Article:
youtubeIn a previous "Ask Dave" article, we looked at RV tires and motorhome brakes. While motorhome braking systems are similar to what is used in the automotive and trucking industries, the braking system on towable RVs like travel trailers, tent trailers and fifth wheels is totally different. Take a break and learn more...

The following is an overview of the typical braking system found on the majority of towable RVs and what you should know about safety and service.

º How they work: When you apply your brakes in the tow vehicle or manually engage the brake control in the tow vehicle, the brake control sends an appropriate amount of voltage to an electro-magnet contained within the hub / drum assembly located behind and bolted to each wheel of the RV. When energized, the magnet, which is mounted on the end of the actuating arm, grips (sticks) to the steel armature surface of the spinning brake drum. The magnet trying to attach itself to the spinning drum pulls on the actuating arm which in turn pushes out (expands)  the brake shoes to make contact with the inside of the drum, thus slowing the trailer. Here is a video demonstrating the process.

º Breakaway Switch: On the tongue of a trailer or near the king pin of a fifth wheel, you will find a small box with two wires coming out of it and a cable attached to a pin inserted into the box. This is the breakaway switch which will engage the brakes of the RV in the event it becomes separated from the tow vehicle. Here’s how it functions – When the RV is hooked up to the tow vehicle, the looped end of the breakaway switch cable is securely attached to the tow vehicle. If the RV were to become detached from the tow vehicle, the pin will be pulled out of the breakaway switch allowing full voltage to flow out of the RVs house battery to the magnets in the brake assemblies fully engaging the brakes. This is designed solely as a safety device to stop the RV in the event it becomes detached from the tow vehicle while traveling down the road. It is not designed for use as a parking brake. If the breakaway switch is left engaged for more than a few minutes, you risk overheating the brake magnets and / or depleting the RVs 12-volt house battery. Once the house battery is depleted, the RV brakes will release allowing the RV to freely roll if not properly chocked. It is highly recommended to check the operation of your breakaway switch once a year by pulling the pin and attempting to drive forward.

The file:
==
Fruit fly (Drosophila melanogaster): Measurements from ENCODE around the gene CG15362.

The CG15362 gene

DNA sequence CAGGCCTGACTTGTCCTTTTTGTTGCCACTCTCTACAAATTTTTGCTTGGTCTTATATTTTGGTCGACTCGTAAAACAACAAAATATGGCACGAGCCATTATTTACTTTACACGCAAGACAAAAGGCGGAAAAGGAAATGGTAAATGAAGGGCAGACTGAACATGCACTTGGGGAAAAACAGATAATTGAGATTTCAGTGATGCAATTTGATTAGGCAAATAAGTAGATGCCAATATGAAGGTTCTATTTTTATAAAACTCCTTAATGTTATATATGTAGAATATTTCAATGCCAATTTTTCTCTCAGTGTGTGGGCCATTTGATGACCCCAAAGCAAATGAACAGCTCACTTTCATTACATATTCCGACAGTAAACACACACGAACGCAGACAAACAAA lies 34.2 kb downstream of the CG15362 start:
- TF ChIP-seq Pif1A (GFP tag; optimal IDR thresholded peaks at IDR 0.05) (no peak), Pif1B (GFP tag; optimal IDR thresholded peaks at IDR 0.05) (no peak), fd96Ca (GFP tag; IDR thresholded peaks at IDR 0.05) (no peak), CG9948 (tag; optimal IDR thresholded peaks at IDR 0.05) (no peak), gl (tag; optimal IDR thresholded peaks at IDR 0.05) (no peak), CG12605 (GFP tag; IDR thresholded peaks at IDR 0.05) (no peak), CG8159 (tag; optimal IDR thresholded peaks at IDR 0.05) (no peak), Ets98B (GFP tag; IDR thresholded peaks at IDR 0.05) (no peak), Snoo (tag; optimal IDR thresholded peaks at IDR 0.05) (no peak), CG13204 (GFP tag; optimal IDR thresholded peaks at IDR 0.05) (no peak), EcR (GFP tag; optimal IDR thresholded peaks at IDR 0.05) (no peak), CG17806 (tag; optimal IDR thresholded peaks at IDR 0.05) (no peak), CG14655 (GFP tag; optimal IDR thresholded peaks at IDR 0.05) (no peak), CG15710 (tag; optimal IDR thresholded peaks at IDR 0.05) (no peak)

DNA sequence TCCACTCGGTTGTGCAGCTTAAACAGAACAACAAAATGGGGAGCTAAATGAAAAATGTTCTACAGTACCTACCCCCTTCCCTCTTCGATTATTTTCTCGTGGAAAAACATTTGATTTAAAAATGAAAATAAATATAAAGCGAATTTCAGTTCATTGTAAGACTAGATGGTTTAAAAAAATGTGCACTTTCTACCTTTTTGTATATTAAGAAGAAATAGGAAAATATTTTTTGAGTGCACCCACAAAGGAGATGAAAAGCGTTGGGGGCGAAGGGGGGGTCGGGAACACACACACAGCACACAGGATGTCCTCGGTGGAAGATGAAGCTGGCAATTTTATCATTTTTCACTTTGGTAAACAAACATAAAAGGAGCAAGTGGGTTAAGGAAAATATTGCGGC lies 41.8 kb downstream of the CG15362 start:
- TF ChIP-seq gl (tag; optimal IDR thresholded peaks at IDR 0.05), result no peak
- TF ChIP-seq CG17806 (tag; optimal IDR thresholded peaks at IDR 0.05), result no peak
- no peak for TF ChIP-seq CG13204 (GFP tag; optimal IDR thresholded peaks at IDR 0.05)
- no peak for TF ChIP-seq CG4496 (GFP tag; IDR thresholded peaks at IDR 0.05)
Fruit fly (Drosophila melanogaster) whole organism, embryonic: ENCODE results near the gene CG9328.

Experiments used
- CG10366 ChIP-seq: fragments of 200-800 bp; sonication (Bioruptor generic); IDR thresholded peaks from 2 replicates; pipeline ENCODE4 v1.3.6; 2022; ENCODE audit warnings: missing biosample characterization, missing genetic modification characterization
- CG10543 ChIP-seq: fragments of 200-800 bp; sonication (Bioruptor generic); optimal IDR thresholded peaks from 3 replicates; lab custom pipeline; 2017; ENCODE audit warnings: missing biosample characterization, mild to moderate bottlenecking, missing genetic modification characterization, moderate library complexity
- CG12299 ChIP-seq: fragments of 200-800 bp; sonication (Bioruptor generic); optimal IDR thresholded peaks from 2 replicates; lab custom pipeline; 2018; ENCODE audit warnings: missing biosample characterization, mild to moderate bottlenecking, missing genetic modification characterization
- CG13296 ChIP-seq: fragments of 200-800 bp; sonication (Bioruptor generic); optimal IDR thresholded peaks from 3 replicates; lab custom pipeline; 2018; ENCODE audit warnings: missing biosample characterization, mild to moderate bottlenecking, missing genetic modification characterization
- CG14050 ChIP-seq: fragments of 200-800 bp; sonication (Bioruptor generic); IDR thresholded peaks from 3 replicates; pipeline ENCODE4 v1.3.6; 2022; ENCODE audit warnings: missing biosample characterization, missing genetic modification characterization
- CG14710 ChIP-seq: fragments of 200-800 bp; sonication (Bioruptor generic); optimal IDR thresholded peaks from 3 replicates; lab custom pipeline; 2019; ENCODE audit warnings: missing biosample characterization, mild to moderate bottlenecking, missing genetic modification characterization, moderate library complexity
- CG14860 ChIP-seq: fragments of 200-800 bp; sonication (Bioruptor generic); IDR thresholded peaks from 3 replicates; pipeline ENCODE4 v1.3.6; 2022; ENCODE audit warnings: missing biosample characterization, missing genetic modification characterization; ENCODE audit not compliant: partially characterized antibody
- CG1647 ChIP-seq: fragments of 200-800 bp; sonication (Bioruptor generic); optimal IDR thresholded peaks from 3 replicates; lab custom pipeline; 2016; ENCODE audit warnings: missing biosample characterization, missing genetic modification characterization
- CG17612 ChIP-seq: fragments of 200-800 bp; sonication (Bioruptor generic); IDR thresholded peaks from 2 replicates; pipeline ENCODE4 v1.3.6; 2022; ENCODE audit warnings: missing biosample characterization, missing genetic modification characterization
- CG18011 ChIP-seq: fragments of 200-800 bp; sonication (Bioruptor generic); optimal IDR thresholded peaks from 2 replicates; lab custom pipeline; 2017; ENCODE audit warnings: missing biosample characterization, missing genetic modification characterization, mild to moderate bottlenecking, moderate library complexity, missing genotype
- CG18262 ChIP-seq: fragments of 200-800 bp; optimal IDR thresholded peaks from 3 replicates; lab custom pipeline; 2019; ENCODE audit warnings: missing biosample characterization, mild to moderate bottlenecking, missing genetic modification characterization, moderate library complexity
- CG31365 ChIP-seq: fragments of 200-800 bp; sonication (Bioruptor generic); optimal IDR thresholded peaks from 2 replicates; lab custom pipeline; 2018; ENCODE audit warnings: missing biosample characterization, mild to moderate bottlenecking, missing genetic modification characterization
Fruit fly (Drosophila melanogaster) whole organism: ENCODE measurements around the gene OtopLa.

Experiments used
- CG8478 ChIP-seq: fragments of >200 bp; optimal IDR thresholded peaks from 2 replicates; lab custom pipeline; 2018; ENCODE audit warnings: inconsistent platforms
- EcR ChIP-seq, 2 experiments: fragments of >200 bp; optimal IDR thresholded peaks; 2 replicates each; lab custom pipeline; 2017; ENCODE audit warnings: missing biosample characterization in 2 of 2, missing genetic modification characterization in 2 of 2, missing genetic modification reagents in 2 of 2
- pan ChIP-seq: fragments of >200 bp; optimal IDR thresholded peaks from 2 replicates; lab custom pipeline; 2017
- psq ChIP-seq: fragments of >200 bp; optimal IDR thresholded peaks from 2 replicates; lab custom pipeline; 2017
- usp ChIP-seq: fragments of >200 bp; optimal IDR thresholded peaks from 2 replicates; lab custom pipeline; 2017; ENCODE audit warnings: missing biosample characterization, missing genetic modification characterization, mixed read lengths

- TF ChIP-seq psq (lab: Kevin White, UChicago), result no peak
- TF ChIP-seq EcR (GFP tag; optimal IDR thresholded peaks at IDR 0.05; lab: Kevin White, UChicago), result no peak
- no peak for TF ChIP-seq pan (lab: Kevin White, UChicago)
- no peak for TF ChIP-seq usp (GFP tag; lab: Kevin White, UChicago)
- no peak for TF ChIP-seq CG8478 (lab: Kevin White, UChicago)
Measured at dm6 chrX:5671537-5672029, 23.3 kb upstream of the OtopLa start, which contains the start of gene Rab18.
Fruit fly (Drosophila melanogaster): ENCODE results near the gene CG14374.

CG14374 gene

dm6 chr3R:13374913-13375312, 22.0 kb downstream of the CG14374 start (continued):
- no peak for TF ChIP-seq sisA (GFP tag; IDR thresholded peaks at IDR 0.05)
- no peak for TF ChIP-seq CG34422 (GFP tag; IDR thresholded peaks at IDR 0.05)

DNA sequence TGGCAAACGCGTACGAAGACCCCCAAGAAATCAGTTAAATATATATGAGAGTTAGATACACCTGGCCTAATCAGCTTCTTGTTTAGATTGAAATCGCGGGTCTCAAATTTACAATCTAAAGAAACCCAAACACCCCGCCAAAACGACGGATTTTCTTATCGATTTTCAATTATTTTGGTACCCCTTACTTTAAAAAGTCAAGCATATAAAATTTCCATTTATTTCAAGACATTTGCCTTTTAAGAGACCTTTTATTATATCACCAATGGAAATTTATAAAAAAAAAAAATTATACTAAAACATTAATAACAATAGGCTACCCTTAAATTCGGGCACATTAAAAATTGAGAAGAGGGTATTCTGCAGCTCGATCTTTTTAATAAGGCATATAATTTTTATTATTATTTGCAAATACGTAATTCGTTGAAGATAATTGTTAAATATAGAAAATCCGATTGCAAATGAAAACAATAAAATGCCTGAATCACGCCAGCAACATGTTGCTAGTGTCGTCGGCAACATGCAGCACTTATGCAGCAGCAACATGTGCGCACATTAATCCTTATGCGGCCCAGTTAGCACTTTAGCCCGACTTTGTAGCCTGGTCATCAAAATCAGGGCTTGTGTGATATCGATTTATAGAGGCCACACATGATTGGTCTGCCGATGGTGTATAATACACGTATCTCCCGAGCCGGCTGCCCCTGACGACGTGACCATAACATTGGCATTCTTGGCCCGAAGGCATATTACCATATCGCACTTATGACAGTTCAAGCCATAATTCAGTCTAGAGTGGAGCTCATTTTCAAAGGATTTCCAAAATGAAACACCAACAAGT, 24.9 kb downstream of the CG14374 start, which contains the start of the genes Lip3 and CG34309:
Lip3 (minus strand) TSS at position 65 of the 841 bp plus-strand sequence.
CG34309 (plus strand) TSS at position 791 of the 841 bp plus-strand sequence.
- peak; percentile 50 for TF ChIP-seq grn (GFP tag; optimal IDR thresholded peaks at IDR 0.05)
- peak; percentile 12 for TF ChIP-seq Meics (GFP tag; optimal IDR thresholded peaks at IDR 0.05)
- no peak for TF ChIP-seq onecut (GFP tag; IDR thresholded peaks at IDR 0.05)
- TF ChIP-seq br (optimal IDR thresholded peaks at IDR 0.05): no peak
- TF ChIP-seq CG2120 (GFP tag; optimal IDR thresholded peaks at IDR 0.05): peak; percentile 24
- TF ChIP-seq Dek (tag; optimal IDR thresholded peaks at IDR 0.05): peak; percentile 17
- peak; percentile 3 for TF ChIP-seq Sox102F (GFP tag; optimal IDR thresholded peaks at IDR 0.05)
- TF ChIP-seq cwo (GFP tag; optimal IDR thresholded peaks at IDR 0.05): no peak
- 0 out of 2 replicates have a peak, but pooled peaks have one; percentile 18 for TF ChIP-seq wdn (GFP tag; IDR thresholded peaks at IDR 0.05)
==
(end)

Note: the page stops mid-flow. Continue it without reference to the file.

Breakaway Switch

º How long will my brakes last? It depends on the amount of use / disuse and age. Just like automotive style brakes, the amount of use determines how quickly the brake linings become worn away by how often they are applied. In addition to the brake linings, the face of the magnet is being worn away each time the magnet is energized and engages against the armature of the brake drum. Note: If the linings or magnets are allowed to wear down too far the brake ­drum can be damaged. To extend the life of your brakes, downshift into lower gears when descending steep grades allowing the tow vehicle engine to do most of the braking. Just like we reviewed previously with RV tires, lack of use doesn’t mean your brakes are fine either as just sitting can cause parts to fail. Two potential failures are due to age and lack of use include the linings separating from the brake shoe (bonding agent fails) or moving parts, like the actuating arm, becoming frozen (corroded) in place.

º How will I know my brakes need servicing? Unlike automotive brake systems there is no wear bar (aka squeaker) to emit an audio signal alerting you that brake linings or magnets need replacing soon.  Obvious signs you need to have brakes serviced are; they fail to engage when the brake control is energized or unusual noises coming from the drum assembly when in motion / braking. It is good idea to have your brakes (bearings too) inspected every year to assure they are properly operating and adjusted. Even if you have a newer towable RV with self lubricating wheel bearings and self adjusting brakes you should still remove the hubs/drums once a year for inspection of both the brakes and bearings as a failed bearing / grease seal can allow grease onto the drum negating most of the braking power.

º Adjustment: If the unit is not equipped with self adjusting brakes it will have to be done manually. Here is a link to an instructional video on how to do so. Clues that it is time for adjustment include; erratic braking such as coming on really hard, brakes not easily releasing after stopping or braking feels weak (ie. – RV “pushes” the tow vehicle when braking).

Properly Working Break System is Imperative When Descending a Road Like This

Hopefully this beginner’s primer into towable RV brakes provides you with the information you need to understand how the brakes work and when they need service.

Dave Helgeson
Author: Dave HelgesonEmail: This email address is being protected from spambots. You need JavaScript enabled to view it.
Lifetime RVer and former RV dealer, Dave Helgeson, answers readers' questions. To submit a question for Dave, send an email to This email address is being protected from spambots. You need JavaScript enabled to view it. or send us a message through our Facebook page at

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